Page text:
Biography of Adam Miller
Folksinger and Storyteller
An artist whose kind has dwindled to an endangered species, Adam Miller is a renowned old-school American troubadour and an award-winning storyteller. One of the premier autoharpists in the world, he is an accomplished folklorist and song collector who has accumulated a remarkable repertoire of more than 5,000 songs. A masterful entertainer who never fails to get his audience singing along, Miller accompanies his rich, resonant baritone voice with lively fingerpicking acoustic guitar and stunningly beautiful autoharp melodies. His time-honored traditional ballads are a breath of fresh air, evoking a bygone era when most music was homemade. Skillfully interweaving folksongs and the stories behind them with the elegance of a documentary filmmaker, he has distinguished himself as one of the great interpreters of American folksongs and a mesmerizing teller of tales. And he is that rare performer who appeals to audiences of all ages.
“Between these ears are more songs than any of us have ever heard,” said Keith Anglemyer, emcee at the Walnut Valley Festival.
The Tennessean said that it was “exceptionally inspiring to witness this true master of eclectic art forms and keeper of the flame of endangered American traditions.”
The Sitnews in Ketchikan, Alaska, said his show was “Impressively educational but also alluringly entertaining.”
George Winston calls him “one of the great autoharpists and folksingers of our times.”
Pete Seeger admired his “wonderful storytelling!”
NPR called him “a master of the autoharp.”
A Walnut Valley Festival reviewer observed, “Adam Miller holds his audience spellbound without a lot of trappings. It’s just him, his autoharp and guitar, and his signature panama hat.”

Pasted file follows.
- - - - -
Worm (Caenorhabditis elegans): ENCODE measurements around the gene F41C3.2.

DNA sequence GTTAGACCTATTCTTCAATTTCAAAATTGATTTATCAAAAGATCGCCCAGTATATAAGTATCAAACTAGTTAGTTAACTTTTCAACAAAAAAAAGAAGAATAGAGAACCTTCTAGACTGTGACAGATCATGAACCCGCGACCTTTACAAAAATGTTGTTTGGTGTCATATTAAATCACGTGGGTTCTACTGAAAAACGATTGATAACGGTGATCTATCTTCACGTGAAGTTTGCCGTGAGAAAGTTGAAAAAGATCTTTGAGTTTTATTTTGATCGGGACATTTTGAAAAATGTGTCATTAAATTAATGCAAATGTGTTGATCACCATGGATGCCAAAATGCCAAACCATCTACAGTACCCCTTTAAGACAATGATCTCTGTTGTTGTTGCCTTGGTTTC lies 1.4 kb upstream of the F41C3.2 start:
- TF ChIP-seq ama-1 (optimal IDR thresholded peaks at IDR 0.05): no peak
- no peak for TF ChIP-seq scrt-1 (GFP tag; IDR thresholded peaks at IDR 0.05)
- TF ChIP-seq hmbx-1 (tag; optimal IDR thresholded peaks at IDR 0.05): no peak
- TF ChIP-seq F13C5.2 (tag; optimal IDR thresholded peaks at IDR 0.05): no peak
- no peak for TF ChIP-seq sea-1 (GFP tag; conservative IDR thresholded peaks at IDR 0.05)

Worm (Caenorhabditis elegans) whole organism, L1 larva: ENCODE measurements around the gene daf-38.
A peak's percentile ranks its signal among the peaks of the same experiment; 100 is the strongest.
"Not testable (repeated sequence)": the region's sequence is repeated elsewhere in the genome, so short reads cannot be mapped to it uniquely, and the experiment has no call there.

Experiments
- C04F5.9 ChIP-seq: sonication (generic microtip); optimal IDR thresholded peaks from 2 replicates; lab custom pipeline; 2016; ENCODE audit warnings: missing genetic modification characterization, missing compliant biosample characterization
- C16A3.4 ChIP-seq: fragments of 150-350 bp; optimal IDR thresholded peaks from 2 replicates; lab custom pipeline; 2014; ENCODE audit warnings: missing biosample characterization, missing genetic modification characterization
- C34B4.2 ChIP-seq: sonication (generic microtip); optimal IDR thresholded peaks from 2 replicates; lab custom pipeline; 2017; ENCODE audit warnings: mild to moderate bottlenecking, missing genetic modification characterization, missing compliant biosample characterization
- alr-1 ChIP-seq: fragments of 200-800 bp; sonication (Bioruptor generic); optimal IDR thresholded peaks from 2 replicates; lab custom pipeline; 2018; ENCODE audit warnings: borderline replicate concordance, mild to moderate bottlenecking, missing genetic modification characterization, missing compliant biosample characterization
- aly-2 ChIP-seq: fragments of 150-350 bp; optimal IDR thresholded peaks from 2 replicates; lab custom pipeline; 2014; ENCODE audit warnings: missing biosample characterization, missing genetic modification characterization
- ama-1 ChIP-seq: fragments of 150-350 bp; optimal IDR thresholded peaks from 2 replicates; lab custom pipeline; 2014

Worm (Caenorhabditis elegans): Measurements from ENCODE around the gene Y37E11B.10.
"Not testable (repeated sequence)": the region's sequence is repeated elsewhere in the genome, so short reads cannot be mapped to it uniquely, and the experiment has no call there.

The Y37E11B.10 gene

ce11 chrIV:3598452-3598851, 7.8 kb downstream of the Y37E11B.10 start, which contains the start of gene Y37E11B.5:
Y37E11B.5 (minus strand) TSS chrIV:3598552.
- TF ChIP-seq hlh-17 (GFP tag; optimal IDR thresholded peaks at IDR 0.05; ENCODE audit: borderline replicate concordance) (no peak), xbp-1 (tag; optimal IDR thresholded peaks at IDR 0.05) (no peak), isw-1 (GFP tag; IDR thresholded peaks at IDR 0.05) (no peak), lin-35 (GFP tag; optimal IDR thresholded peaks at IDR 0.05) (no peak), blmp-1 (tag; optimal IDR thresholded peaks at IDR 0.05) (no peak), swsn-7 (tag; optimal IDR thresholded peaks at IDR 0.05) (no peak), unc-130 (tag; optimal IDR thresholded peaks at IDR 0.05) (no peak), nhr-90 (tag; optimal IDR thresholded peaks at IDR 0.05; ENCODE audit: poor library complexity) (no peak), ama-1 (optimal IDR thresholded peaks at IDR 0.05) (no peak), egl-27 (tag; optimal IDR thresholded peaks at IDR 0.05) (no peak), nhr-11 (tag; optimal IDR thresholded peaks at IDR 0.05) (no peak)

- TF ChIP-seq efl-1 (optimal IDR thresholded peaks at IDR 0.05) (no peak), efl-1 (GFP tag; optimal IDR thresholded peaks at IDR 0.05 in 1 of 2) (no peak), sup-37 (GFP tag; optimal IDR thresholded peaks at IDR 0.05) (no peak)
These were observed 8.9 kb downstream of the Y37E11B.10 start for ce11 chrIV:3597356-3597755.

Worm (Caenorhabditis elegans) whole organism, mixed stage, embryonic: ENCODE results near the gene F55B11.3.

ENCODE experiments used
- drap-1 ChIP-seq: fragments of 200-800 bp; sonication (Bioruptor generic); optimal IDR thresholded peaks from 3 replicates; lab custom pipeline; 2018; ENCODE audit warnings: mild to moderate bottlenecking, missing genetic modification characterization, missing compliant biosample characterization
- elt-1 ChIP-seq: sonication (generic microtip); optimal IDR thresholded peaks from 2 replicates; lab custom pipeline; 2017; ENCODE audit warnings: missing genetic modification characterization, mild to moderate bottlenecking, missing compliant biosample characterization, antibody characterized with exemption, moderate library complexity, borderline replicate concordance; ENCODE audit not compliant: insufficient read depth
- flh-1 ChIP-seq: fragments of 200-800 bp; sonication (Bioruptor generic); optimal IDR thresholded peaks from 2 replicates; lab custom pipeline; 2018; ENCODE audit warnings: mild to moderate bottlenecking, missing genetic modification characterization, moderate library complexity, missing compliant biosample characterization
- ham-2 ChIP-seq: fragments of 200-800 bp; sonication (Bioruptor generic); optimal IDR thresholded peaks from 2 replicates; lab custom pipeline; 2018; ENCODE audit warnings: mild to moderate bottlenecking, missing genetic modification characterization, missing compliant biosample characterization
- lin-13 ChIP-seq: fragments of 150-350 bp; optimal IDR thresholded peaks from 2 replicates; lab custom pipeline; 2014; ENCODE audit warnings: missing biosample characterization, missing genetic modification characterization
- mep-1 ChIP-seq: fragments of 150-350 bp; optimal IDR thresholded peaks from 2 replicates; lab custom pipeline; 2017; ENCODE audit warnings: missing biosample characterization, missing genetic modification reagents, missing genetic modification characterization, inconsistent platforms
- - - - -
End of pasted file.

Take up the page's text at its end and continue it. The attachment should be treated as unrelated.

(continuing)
A concert promoter in Melbourne Beach, Florida, said Miller’s stage presence “will charm even the most die-hard iPod-loving kids or reluctant significant others.”
Traveling 70,000 miles a year, Adam Miller has performed in over 2,000 American public libraries in 48 states, from the Everglades to the Arctic Circle. More than 1.5 million students have attended his Singing Through History! school assembly programs.
Miller has recorded nine audio CDs. His storytelling album, It Might as Well Be a Myth, received the 2019 Storytelling World Resource Award for the non-fiction story, Woody Guthrie: When the World’s on Fire. The San Francisco folknik said of his album, The Radio’s Taking Our Songs Away: The Irrepressible American Folksong in the Age of the Selfie, “If this recording proves anything, it is that when all is said and done, the old songs, and yes, even the old stories, are the very best.”
Adam Miller’s performance is a quintessentially American experience. The way he explains it, “Folksongs travel through History, and History travels through Folksongs.”